By Nick Shook
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Ezekiel Elliott hasn’t broken 100 yards rushing since Week 1. Dallas is 2-2 and hasn’t looked anything near the run-first offensive machine it was in 2016. So what’s going wrong in Big D?
Let’s take a look at Elliott’s carries in his first four games of 2017.
In Dallas’ win over the Giants, the Cowboys‘ offensive line was often just one block from springing the big play. Frequently, that one block that didn’t come usually fell on the responsibility of right tackle La’El Collins.
It’s nitpicking here in Week 2 against Denver, but if Collins can keep control of Derek Wolfe inside his own frame — something difficult to do when following a zone path upfield, especially when the defender has his grasp on your facemask — this run goes for a big gain.
Something similar happens in Week 4 against the Rams, when Elliott takes a handoff left and Jonathan Cooper swings and misses on a block of Alex Ogletree, allowing the linebacker to stop Elliott for a 5-yard gain with only one unblocked defender beyond him. And get this: Los Angeles only had 10 players on the field on that play. It should have been a romp to the end zone, had it been blocked properly.
That speaks to the new pieces in Dallas’ line. Gone are Ronald Leary, who left for Denver in free agency, and tackle Doug Free, who retired. The Cowboys have since shifted Collins from left guard to right tackle to replace Free, and have filled the hole at left guard with Jonathan Cooper and Chaz Green. The results have been a bit less than expected.
On other plays, though, it was Elliott who was missing the burst from last season that made six-yard gains turn into 50-plus-yard gains and touchdowns. His slight hesitation didn’t help, but a well-blocked play was a faster Elliott — who hit a top speed of just 11.66 mph on the carry, per Next Gen Stats — away from making this a sprint to the end zone, with only Landon Collins and Darian Thompson standing between them.
Of course, a play later, it was Elliott making the unit look good, spinning through a small opening to gain extra yards on a play that required tailback tricks to make something out of nothing. He’s still as powerful as ever, as evidenced by his multiple broken tackles, but he seems a step slow.
That’s the basis of the relationship between Elliott and his blockers so far this season. He’s a step slower, but they’re also not as effective.
Credit is also due to the defenses that Dallas has faced. Led by Damon Harrison, Jason Pierre-Paul and Olivier Vernon, New York’s defense jammed up the box and filled run lanes extremely effectively, forcing the Cowboys to explore different ways to get Elliott the ball. Dallas employed screens, swing passes and even split Elliott wide to run a quick receiver screen to him. None of it did much damage. Denver was similarly effective in Week 2, with plenty of credit due to defensive end Adam Gotsis, who was there to plug holes with quickness.
Denver dominated Dallas’ offensive line in the Broncos‘ 42-17 win, and Elliott bore the brunt of the punishment. His other three games (with carry charts that you can view by clicking here) have been a mixed bag at best, but this carry chart shows just how little room with which he had to work.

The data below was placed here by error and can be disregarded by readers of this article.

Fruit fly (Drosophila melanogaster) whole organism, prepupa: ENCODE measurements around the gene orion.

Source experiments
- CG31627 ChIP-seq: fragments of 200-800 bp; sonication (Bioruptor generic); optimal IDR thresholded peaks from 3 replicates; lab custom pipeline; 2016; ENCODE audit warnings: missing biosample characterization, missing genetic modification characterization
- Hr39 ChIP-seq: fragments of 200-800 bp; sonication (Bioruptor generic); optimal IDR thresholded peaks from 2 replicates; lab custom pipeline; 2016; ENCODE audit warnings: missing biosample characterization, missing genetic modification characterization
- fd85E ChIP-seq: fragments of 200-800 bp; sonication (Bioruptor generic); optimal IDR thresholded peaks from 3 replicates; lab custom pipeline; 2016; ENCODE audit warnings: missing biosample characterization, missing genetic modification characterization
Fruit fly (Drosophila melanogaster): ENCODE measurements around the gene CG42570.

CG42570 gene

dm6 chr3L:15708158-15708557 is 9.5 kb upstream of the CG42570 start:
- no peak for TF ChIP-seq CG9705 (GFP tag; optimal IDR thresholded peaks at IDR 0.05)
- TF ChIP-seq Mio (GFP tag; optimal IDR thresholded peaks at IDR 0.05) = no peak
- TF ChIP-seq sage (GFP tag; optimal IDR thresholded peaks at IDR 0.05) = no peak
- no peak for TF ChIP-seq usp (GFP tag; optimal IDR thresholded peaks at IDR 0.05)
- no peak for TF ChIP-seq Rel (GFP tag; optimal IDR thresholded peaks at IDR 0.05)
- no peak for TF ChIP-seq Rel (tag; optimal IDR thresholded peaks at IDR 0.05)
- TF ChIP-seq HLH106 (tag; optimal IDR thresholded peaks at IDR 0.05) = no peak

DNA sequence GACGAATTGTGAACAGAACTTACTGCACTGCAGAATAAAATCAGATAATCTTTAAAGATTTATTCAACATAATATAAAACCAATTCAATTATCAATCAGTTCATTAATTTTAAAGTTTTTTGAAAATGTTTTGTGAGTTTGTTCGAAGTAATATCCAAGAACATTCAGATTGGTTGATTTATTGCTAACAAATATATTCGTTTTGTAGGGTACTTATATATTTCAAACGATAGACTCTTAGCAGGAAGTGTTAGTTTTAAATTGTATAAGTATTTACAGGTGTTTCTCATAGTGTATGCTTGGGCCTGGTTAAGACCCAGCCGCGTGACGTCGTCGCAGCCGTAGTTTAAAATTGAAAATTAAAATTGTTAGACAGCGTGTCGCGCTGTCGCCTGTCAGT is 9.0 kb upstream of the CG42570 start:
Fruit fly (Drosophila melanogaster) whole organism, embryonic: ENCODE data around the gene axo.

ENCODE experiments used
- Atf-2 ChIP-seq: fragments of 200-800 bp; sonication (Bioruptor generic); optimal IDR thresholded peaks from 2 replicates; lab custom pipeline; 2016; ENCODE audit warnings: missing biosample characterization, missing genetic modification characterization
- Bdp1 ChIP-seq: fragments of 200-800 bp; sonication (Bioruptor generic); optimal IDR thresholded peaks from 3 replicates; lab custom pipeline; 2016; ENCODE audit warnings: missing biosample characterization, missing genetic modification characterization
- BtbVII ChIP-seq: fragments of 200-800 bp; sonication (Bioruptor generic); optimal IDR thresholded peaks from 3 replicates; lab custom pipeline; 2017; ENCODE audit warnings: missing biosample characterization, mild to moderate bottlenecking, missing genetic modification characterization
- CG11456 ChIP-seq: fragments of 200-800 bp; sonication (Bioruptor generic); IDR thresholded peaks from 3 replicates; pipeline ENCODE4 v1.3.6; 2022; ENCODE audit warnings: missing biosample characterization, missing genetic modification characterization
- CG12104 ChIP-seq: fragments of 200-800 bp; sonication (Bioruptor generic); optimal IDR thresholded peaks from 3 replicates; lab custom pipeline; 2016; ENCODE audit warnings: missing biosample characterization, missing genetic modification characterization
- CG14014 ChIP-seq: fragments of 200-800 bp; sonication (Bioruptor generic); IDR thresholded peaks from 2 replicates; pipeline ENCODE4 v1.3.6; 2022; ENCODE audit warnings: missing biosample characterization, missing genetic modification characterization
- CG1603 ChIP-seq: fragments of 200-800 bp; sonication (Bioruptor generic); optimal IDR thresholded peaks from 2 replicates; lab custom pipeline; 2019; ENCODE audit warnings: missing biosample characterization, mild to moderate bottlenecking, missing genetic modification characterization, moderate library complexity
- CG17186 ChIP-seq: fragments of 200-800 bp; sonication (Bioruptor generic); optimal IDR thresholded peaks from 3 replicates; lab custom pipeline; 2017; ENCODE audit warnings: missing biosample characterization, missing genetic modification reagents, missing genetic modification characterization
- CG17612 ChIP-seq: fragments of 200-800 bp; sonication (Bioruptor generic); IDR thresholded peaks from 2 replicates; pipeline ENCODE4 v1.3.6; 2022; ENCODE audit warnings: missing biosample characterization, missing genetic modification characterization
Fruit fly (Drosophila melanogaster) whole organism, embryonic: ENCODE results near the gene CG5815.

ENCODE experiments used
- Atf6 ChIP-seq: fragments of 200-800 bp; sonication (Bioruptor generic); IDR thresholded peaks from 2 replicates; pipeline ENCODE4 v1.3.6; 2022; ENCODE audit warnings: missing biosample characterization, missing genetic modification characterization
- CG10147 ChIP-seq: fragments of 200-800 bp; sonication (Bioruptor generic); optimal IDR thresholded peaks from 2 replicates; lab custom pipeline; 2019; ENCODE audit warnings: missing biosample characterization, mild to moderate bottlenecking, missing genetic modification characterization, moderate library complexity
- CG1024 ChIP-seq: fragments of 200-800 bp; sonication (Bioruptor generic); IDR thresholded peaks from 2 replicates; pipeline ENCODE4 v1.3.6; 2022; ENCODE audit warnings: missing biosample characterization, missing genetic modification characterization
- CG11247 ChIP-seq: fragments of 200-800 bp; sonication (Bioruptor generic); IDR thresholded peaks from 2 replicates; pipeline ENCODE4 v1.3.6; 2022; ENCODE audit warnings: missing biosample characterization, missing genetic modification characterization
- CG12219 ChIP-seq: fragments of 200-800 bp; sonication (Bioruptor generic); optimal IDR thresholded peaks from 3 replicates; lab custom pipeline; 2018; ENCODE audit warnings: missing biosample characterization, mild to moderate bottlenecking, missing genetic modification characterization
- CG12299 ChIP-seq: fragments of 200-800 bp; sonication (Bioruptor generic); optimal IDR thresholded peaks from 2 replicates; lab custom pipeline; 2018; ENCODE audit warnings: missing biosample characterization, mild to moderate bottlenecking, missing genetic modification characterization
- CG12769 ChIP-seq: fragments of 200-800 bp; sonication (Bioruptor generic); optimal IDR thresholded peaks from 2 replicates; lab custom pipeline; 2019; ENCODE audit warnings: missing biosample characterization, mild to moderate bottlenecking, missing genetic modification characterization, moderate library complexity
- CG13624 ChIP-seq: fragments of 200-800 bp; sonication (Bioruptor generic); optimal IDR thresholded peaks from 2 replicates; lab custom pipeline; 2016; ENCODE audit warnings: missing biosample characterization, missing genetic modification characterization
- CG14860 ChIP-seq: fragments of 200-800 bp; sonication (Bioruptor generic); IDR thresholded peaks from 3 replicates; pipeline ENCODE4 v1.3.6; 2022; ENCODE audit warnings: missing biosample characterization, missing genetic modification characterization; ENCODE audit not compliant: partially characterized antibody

Dallas also isn’t helping itself with some rough matchups. On the first of Elliott’s five third-quarter runs against Denver, the Cowboys lined up tight end James Hanna over outside linebacker Von Miller, immediately creating a difficult block to execute. Miller rushed right through Hanna’s inside shoulder, blowing up the play and allowing Wolfe to crash down from the backside through an unsustained block from Collins to clean up the play. In Collins’ defense, a backside zone block is never supposed to last very long, but it was another example of Denver’s defense dominating Dallas’ run blocking.
These units have kept Dallas from getting any noticeable surge off the snap, which was a signature characteristic of last year’s unit. This season’s edition just isn’t getting much of the movement it enjoyed in 2016. It was again evident on Elliott’s first carry of Week 3 against Arizona, a play that was stonewalled between the tackles (Collins gave an odd pause while standing straight up before seemingly being jolted back into action during the play) and resulted in a loss of 1.
In conclusion, it’s only four weeks, but the concern surrouding Dallas’ run game with Elliott is validated. He hasn’t shown the same burst and top-end speed he did in his rookie season, but he also isn’t getting the same gaping holes he did in 2016. As this unit, which is still getting familiar with a couple new/shifted pieces, continues to jell, and Elliott gets more reps on the field, we could look back at this in two months and laugh. But for right now, this element of the Cowboys is one to definitely watch.
Blocks of the Week
On Austin Ekeler‘s breakaway sprint for a touchdown in the Los Angeles Chargers‘ loss to the Philadelphia Eagles, credit goes to left tackle Russell Okung for closing down on defensive end Vinny Curry, and Hunter Henry for blocking way downfield, springing Ekeler on the 35-yard romp.
Keeping it in the same game, we turn to the opposite squad for an even better run from LeGarrette Blount, aided by a trio of excellent blocks. First, it was left tackle Jason Peters‘ down block, closely followed by tight end Zach Ertz‘s cut of defensive end Joey Bosa, and finally, it was Alshon Jefferyblocking down field to help Blount finish off a 68-yard rumble.
And finally, we have Elijah McGuire‘s 69-yard touchdown run against Jacksonville. The Jets running back makes one solid cutback on a well-blocked zone play, and Austin Seferian-Jenkins seals the backside with a prolonged block, allowing McGuire to sprint past safety Barry Church (who took a bad angle of pursuit) and the rest of the Jaguars‘ defense for a touchdown.